Authors:Satya Girish Avula, Kenneth Alexander, and Alan Riga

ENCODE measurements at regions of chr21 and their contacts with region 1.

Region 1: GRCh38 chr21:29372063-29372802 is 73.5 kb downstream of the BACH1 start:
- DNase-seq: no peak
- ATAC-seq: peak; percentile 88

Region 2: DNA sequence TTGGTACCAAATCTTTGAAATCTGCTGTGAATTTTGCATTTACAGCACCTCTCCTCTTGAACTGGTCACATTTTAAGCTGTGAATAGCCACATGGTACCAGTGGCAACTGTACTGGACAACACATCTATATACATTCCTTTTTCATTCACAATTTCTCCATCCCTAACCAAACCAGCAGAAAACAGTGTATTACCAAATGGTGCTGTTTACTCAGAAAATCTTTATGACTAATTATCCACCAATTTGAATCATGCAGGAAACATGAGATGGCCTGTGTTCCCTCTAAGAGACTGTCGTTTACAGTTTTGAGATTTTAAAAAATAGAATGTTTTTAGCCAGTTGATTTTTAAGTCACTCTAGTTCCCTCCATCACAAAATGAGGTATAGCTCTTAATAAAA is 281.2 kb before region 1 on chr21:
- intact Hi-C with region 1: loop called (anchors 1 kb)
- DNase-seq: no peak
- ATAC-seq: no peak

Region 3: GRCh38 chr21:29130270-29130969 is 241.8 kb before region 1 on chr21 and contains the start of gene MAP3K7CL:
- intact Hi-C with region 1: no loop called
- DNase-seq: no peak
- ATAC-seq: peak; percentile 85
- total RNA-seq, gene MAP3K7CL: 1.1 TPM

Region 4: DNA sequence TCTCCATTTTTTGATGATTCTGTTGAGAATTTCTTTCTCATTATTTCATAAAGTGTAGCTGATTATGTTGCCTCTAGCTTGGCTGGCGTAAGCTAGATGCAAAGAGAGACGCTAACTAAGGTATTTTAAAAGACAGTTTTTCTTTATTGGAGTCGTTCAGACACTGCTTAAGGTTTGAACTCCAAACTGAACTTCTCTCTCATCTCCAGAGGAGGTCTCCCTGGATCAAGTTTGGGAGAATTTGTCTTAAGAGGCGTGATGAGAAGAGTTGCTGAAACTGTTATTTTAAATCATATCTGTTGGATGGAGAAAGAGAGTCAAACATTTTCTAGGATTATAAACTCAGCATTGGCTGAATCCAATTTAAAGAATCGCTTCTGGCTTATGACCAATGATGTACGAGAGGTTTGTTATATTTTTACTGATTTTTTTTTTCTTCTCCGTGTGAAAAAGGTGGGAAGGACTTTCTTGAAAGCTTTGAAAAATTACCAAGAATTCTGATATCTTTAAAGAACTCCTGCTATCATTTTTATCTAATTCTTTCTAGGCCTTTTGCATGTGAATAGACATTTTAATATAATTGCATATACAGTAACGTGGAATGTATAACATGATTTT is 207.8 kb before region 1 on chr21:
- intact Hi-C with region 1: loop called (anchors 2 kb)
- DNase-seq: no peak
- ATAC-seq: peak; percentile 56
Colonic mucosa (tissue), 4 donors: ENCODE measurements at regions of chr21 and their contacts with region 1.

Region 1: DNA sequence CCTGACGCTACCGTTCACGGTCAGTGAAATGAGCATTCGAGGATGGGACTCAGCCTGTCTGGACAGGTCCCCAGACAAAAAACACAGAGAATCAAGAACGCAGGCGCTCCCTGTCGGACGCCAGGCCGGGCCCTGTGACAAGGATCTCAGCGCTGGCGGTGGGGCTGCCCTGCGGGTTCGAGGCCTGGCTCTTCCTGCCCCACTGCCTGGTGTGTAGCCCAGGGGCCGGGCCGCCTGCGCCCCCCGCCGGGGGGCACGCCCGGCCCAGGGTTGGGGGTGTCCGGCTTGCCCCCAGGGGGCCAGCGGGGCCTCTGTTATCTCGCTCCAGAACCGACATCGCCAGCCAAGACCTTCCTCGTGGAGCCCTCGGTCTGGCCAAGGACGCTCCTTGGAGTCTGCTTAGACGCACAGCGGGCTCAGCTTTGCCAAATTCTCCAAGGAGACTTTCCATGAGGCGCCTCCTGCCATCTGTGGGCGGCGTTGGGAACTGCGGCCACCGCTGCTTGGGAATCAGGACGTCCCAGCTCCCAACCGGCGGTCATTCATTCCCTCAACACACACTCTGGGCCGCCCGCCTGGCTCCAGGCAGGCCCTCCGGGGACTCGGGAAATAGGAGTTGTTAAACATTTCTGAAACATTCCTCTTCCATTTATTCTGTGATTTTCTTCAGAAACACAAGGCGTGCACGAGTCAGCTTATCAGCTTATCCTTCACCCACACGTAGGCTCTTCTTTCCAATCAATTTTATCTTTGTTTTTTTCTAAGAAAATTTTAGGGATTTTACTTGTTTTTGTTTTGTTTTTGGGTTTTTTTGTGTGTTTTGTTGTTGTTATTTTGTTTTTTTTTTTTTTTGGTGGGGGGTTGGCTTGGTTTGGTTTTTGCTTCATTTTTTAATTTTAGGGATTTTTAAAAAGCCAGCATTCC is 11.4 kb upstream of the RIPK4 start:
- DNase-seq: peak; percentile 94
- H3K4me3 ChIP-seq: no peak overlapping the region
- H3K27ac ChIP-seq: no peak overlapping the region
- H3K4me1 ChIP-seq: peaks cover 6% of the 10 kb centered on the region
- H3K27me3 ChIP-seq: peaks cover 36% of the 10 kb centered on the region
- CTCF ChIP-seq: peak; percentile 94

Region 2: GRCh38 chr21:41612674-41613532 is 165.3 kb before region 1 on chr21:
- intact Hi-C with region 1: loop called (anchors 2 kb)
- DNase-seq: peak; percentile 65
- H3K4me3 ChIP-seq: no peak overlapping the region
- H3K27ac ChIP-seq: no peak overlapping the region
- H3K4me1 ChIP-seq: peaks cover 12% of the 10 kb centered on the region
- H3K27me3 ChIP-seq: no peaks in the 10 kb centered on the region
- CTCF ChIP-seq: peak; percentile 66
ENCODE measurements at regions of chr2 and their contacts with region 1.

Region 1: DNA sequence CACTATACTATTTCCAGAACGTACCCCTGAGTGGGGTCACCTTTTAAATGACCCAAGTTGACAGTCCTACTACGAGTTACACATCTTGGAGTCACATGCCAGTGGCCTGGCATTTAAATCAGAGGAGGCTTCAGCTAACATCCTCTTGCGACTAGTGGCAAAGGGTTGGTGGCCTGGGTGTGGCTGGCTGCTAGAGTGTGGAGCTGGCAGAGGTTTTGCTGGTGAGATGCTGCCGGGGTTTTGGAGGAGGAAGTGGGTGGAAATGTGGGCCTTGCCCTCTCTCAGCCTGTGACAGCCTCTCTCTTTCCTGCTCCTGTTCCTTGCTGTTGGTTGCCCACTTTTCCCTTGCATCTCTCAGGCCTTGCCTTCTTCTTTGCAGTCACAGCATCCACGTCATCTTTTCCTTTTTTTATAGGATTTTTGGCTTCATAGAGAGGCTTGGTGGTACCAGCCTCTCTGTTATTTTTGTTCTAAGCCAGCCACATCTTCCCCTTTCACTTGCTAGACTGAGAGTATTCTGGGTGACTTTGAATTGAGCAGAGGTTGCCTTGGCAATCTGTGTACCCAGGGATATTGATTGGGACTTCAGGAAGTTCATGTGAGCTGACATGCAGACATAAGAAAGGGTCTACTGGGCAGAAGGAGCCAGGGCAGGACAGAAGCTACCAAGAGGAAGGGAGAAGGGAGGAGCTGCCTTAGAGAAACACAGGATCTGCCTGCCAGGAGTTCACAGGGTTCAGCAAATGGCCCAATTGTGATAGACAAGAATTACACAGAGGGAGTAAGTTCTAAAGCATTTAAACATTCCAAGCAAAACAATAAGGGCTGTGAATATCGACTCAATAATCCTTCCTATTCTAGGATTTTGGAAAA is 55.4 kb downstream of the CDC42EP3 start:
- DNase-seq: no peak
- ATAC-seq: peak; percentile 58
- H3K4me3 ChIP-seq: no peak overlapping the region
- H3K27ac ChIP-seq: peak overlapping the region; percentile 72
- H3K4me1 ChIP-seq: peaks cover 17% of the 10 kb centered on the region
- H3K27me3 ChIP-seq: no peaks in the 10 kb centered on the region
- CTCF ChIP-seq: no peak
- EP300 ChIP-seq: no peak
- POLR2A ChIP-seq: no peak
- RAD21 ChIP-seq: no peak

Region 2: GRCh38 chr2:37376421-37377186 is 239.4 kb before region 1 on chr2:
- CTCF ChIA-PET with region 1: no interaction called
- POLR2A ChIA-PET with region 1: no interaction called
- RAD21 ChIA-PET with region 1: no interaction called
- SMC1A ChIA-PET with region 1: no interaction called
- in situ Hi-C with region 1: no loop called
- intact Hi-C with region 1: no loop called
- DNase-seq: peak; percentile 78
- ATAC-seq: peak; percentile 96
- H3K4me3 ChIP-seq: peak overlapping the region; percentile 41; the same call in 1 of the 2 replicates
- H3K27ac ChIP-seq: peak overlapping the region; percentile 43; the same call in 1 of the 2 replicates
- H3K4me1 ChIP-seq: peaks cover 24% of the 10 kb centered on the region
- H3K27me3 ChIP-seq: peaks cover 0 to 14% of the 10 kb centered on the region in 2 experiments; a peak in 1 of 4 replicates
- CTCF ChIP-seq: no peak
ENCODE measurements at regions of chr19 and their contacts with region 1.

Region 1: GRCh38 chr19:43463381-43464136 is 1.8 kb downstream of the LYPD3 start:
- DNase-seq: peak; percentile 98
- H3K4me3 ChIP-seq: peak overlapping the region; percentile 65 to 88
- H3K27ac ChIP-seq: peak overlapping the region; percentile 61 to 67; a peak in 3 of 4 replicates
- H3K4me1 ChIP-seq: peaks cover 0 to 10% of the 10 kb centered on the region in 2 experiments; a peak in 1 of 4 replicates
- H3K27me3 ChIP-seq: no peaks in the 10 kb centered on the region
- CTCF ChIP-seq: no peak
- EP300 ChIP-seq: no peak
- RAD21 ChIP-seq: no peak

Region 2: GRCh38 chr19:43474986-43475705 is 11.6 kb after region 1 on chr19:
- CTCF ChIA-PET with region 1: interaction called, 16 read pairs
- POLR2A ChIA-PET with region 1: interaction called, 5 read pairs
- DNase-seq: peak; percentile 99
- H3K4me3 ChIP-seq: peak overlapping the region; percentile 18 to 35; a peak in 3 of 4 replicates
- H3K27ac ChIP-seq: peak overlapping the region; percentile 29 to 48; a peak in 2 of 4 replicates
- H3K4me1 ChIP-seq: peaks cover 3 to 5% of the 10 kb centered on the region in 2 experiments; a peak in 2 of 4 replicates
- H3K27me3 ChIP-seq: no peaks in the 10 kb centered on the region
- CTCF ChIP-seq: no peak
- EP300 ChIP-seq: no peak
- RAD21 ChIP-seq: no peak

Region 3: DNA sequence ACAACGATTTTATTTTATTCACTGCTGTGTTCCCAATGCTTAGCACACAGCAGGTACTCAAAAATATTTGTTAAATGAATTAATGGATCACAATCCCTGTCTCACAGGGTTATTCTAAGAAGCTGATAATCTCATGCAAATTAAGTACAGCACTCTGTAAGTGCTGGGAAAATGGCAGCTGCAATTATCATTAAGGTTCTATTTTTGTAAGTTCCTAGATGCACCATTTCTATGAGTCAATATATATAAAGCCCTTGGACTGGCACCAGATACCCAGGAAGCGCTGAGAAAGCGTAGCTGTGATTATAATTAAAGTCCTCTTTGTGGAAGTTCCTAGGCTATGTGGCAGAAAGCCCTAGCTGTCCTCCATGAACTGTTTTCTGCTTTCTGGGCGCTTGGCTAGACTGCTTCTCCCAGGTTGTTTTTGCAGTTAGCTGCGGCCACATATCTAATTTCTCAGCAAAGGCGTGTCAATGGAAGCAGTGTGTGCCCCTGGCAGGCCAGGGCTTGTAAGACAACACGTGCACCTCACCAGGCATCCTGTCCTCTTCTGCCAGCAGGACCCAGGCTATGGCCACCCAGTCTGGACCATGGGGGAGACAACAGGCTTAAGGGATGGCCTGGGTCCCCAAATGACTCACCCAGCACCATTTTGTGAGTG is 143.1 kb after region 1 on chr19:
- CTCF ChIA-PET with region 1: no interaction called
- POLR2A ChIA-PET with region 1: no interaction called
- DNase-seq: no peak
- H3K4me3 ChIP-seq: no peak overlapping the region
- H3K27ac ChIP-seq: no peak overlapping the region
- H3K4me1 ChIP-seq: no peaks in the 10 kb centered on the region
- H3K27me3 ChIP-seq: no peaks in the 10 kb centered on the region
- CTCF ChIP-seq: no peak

A eutectic is formed from a mixture of two or more solids and has a melting point lower than that of each of its constituents. It is generally represented by a phase diagram where the liquid and solid phases impact upon each other with a value known as the eutectic point. In pharmaceuticals, poor water solubility is a major obstacle for releasing new dosage forms into the market. Eutectic formation overcomes these problems. Preparation of a phase diagram by Differential Scanning Calorimetry can determine eutectic properties, but it is tedious. A modified Van't Hoff (VH) equation was used in this study. Devalina Law developed a dimensionless index for the VH equation. The difference in melting points of an excipient polymer and drug are divided by the slope of the VH equation. In previous studies, five excipient–drug compositions were evaluated. The final index relationship was in good agreement except for the salt, quinine sulfate. In order to test the validity of the VH index, further studies of PEG with acetylsalicylic acid, acetaminophen, diflunisal, dimenhydrinate, ketoconazole, and mefenamic acid were performed.